Functional specificities of Brm and Brg-1 Swi/Snf ATPases in the feedback regulation of hepatic bile acid biosynthesis

Ji Miao, Sungsoon Fang, Jiyoung Lee, Clay Comstock, Karen E. Knudsen, Jongsook Kim Kemper

Research output: Contribution to journalArticlepeer-review

Abstract

Bile acid homeostasis is critical in maintaining health and is primarily regulated by the nuclear receptors farnesoid X receptor (FXR) and small heterodimer partner (SHP). Bile acid-activated FXR indirectly inhibits expression of cholesterol 7α hydroxylase (CYP7A1), a key enzyme in conversion of cholesterol to bile acids, by induction of SHP. We recently demonstrated that SHP inhibits CYP7A1 transcription by recruiting chromatinmodifying cofactors, including Brm-Swi/Snf. Swi/Snf complexes contain either Brm or Brg-1 ATPases, and whether these subunits have distinct functions remains unclear. We have examined the role of these subunits in regulation of bile acid metabolism under physiological conditions by FXR and SHP. Brg-1 interacted with FXR and enhanced FXR-mediated transactivation of SHP, whereas Brm interacted with SHP and enhanced SHP-mediated repression of CYP7A1 and, interestingly, auto-repression of SHP. Chromatin immunoprecipitation and remodeling studies revealed that after treatment with FXR agonists, Brg-1 was recruited to the SHP promoter, resulting in transcriptionally active accessible chromatin, whereas Brm was recruited to both CYP7A1 and SHP promoters, resulting in inactive inaccessible chromatin. Our studies demonstrate that Brm and Brg-1 have distinct functions in the regulation of two key genes, CYP7A1 and SHP, within a single physiological pathway, feedback inhibition of bile acid biosynthesis, by differentially targeting SHP and FXR.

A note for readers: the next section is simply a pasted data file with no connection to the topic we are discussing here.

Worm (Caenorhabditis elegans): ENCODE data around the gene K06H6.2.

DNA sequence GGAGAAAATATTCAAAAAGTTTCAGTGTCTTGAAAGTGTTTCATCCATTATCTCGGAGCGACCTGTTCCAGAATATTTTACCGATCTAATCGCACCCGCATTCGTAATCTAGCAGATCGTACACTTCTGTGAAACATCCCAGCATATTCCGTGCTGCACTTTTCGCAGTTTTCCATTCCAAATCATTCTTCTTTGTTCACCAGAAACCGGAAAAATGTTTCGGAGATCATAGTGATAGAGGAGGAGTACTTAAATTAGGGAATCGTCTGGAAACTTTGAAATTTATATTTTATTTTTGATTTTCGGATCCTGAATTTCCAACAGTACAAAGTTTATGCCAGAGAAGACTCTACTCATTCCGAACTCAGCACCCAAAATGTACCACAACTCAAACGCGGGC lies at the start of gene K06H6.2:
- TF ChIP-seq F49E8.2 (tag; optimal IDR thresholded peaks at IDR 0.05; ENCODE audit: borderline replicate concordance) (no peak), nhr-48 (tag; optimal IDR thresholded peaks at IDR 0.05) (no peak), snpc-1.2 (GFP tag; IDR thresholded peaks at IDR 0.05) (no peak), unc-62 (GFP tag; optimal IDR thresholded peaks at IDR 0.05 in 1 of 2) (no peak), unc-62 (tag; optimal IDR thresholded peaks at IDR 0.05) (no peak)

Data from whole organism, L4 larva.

Original languageEnglish (US)
Pages (from-to)6170-6181
Number of pages12
JournalMolecular and cellular biology
Volume29
Issue number23
DOIs
StatePublished - Dec 2009

ASJC Scopus subject areas

  • Molecular Biology
  • Cell Biology

Fingerprint Dive into the research topics of 'Functional specificities of Brm and Brg-1 Swi/Snf ATPases in the feedback regulation of hepatic bile acid biosynthesis'. Together they form a unique fingerprint.

Cite this